cause of the Confederate States while the means of organized resistance remained, that you return to the States and the people the trust which you are no longer able to defend. Whatever course you pursue, opinions will be divided. Permit me to give mine. Should these or similar views accord with your own, I think the better judgment will be that you can have no higher title to the gratitude of your countrymen and the respect of mankind than will spring from the wisdom to see the path of duty at this time, and the courage to follow it, regardless alike of praise or blame. Respectfully and truly your friend,
John C. Breckinridge, Sec. of War.
This paper is endorsed: ‘Charlotte, N. C., April 23, 1865. Letter John C. Breckinridge to the President.’ This is a copy of the original, and seems to be in the handwriting of Col. James Wilson. Here and there are a few small corrections in the handwriting of my father; as, for instance, an and is scratched and above it or is placed. This is next to the last word in the letter.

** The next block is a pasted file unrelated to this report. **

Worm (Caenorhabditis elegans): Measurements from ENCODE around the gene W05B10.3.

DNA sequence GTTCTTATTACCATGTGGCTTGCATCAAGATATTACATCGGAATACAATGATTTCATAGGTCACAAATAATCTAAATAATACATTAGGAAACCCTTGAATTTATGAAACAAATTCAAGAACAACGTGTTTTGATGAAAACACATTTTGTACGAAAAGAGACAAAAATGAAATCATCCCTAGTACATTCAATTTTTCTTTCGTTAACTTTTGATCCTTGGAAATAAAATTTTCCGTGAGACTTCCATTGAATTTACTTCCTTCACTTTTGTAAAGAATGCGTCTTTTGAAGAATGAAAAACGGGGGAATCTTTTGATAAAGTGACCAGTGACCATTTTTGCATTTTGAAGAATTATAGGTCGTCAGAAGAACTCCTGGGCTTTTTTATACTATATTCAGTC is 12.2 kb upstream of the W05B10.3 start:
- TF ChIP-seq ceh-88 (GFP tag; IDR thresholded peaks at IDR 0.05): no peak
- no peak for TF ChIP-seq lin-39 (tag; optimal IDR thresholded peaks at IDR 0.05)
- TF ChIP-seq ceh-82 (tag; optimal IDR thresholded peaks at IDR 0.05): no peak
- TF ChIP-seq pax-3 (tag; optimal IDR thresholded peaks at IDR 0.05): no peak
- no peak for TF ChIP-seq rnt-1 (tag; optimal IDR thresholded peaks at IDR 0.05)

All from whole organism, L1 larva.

C. R. B.
headquarters First brigade E. Tenn. Cav. Div'n. Lincolnton, N. C., April 23rd, 1865.General,—I have the honor to acknowledge receipt by flag of truce from you of two communications addressed to Major-General Stoneman, one from Major-General Sherman and one from General J. E. Johnston. These communications were immediately forwarded to General Stoneman through the Headquarters of this Cavalry Division, and I have no doubt that a reply will be sent by flag of truce within a few days. I am, General, your obedient servant,
Greensboroa, April 27th.Brig.-Gen'l Z. York,--Your dispatch rec'd. Will communicate